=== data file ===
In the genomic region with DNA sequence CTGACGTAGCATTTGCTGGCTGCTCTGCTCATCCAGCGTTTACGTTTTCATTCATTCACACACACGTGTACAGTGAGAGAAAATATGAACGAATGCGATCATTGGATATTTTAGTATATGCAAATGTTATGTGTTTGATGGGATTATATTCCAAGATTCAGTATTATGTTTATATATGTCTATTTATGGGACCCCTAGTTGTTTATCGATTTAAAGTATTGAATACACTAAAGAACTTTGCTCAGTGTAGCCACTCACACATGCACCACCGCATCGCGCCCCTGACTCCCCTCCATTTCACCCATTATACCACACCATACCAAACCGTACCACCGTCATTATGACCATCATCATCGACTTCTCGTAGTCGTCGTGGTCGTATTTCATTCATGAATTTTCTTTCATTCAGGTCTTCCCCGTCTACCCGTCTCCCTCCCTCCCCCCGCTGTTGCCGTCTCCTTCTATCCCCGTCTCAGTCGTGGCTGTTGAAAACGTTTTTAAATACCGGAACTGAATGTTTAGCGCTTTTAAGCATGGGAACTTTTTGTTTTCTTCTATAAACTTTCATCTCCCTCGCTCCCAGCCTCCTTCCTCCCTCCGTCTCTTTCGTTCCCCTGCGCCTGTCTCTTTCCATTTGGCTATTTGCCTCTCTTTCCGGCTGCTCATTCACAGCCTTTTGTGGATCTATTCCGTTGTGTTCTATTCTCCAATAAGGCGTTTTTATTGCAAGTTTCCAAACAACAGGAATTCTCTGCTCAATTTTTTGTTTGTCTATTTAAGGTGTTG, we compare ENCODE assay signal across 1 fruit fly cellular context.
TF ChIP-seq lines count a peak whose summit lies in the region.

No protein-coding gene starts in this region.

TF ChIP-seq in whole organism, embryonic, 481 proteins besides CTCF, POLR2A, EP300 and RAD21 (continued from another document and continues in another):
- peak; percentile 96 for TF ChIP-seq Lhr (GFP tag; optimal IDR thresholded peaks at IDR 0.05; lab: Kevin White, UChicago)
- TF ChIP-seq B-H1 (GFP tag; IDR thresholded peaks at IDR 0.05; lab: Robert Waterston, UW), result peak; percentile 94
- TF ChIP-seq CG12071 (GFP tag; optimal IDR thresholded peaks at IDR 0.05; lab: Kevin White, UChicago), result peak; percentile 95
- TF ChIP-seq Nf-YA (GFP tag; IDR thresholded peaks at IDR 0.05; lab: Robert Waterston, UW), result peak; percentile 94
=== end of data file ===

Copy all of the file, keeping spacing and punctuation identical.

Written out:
In the genomic region with DNA sequence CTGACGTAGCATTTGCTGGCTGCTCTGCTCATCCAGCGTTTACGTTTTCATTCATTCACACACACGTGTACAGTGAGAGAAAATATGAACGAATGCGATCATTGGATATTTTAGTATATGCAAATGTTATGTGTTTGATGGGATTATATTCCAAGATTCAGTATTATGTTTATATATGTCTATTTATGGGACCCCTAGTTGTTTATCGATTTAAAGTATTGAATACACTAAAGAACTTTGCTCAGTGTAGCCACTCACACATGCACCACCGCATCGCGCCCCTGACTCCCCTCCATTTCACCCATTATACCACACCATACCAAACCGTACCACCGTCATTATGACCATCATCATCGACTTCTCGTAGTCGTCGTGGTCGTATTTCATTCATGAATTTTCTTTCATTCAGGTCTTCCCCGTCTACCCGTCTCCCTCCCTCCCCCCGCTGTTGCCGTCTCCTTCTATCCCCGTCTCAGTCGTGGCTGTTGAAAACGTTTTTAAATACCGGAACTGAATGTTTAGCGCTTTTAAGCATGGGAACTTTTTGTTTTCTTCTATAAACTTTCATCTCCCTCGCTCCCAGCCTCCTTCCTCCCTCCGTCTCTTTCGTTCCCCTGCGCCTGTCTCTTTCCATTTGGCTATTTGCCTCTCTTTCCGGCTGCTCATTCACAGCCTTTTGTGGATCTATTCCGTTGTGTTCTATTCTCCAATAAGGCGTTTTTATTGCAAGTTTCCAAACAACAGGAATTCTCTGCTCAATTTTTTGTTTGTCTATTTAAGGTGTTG, we compare ENCODE assay signal across 1 fruit fly cellular context.
TF ChIP-seq lines count a peak whose summit lies in the region.

No protein-coding gene starts in this region.

TF ChIP-seq in whole organism, embryonic, 481 proteins besides CTCF, POLR2A, EP300 and RAD21 (continued from another document and continues in another):
- peak; percentile 96 for TF ChIP-seq Lhr (GFP tag; optimal IDR thresholded peaks at IDR 0.05; lab: Kevin White, UChicago)
- TF ChIP-seq B-H1 (GFP tag; IDR thresholded peaks at IDR 0.05; lab: Robert Waterston, UW), result peak; percentile 94
- TF ChIP-seq CG12071 (GFP tag; optimal IDR thresholded peaks at IDR 0.05; lab: Kevin White, UChicago), result peak; percentile 95
- TF ChIP-seq Nf-YA (GFP tag; IDR thresholded peaks at IDR 0.05; lab: Robert Waterston, UW), result peak; percentile 94